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Saturday, July 21, 2018

No interim order by HC against felling trees for south Delhi re-development 

The petition has claimed that planting of saplings in another location as compensatory afforestation would not reduce the burden which would be put on the environment due to the large-scale felling of trees.

By: PTI | New Delhi | Published: June 22, 2018 10:39:20 pm
The six south Delhi colonies where the trees would be felled are Sarojini Nagar, Naoroji Nagar, Netaji Nagar, Thyagaraja Nagar, Mohammadpur and Kasturba Nagar, the petition by Dr Kaushal Kant Mishra said. (Express File Photo) 

The Delhi High Court on Friday declined to put on hold the felling of trees sanctioned by the Centre in connection with the re-development of six south Delhi colonies by the National Buildings Construction Corporation (NBCC) and the Central Public Works Department (CPWD).

While refusing to pass any interim order, a vacation bench of Justices A K Chawla and Navin Chawla issued notice to the ministries of Housing and Environment as well as the NBCC, CPWD and Delhi Pollution Control Committee (DPCC) and sought their stand on a plea challenging the environment clearance given to the housing projects.

The bench said it was not inclined to grant an ex-parte order at the moment and wanted to hear the NBCC before issuing any direction. It also told the petitioner, an orthopaedic surgeon, that the project was going on for several months while the environment clearances were given in 2017-18.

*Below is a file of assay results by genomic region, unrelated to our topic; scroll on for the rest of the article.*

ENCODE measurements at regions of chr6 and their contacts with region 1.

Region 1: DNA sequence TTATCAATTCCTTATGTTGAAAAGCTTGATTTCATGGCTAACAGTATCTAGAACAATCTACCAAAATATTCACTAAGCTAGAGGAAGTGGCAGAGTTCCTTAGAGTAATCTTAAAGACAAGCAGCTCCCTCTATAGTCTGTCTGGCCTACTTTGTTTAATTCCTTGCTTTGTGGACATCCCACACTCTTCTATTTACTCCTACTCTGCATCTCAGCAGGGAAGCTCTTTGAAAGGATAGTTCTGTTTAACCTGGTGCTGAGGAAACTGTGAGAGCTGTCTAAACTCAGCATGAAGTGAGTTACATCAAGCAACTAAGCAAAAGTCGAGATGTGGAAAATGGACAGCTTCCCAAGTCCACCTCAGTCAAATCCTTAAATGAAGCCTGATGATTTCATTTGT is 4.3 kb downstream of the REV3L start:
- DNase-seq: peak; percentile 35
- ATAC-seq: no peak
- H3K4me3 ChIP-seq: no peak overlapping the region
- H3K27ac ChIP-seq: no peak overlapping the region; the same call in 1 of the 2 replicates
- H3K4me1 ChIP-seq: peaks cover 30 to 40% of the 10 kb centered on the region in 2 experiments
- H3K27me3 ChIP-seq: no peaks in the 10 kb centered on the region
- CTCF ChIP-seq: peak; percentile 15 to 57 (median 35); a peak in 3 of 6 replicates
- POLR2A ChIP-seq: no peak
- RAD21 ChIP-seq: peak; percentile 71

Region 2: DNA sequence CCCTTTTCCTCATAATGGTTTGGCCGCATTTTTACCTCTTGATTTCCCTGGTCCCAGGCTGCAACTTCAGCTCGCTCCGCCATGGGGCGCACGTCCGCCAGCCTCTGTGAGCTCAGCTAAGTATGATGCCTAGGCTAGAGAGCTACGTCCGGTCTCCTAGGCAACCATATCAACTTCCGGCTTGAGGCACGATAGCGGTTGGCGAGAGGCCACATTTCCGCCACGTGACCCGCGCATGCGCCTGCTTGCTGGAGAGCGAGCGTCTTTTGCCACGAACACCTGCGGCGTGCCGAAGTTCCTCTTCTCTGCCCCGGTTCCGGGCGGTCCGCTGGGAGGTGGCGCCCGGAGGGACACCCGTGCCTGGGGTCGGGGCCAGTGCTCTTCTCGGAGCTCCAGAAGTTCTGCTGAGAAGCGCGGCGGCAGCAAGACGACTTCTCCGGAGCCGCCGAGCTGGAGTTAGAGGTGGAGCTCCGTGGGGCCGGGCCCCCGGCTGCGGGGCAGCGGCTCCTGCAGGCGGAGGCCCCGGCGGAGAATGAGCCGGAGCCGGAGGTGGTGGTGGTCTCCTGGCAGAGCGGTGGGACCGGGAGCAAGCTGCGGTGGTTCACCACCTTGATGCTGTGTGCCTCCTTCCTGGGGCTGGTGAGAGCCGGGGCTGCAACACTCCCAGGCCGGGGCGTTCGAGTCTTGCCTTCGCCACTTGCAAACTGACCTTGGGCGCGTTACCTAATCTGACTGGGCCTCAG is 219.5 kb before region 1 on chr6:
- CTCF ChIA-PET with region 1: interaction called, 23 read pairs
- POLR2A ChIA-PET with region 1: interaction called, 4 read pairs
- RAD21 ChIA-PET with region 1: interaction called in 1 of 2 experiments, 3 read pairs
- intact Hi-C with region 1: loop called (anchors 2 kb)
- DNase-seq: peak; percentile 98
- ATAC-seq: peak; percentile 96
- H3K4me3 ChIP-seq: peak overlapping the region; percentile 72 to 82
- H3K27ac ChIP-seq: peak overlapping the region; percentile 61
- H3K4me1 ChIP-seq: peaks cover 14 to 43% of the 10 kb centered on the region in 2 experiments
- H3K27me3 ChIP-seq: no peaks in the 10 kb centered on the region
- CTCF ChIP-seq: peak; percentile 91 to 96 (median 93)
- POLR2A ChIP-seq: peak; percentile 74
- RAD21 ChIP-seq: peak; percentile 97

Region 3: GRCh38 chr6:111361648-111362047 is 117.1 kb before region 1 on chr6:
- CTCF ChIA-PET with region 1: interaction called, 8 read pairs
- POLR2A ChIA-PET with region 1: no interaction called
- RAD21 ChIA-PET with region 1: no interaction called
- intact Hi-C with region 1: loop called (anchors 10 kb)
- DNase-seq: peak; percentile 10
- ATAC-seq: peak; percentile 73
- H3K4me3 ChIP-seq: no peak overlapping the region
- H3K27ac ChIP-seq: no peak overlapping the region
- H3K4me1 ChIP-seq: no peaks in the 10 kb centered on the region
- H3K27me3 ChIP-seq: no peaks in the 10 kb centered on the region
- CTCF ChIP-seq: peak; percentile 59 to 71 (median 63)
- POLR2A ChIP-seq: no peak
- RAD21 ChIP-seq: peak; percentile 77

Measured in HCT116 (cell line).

The PIL has sought setting aside of the terms of reference (ToR) and the environment clearances (EC) granted to the project by the Environment Ministry, saying it would lead to felling of over 16,500 trees.

The six south Delhi colonies where the trees would be felled are Sarojini Nagar, Naoroji Nagar, Netaji Nagar, Thyagaraja Nagar, Mohammadpur and Kasturba Nagar, the petition by Dr Kaushal Kant Mishra said.

According to the petition, the separate ECs for each area were granted between November last year and June this year. The petition has claimed that planting of saplings in another location as compensatory afforestation would not reduce the burden which would be put on the environment due to the large-scale felling of trees.

It claimed that the saplings would be a “poor substitute” for the fully grown trees that would be felled for the housing projects.

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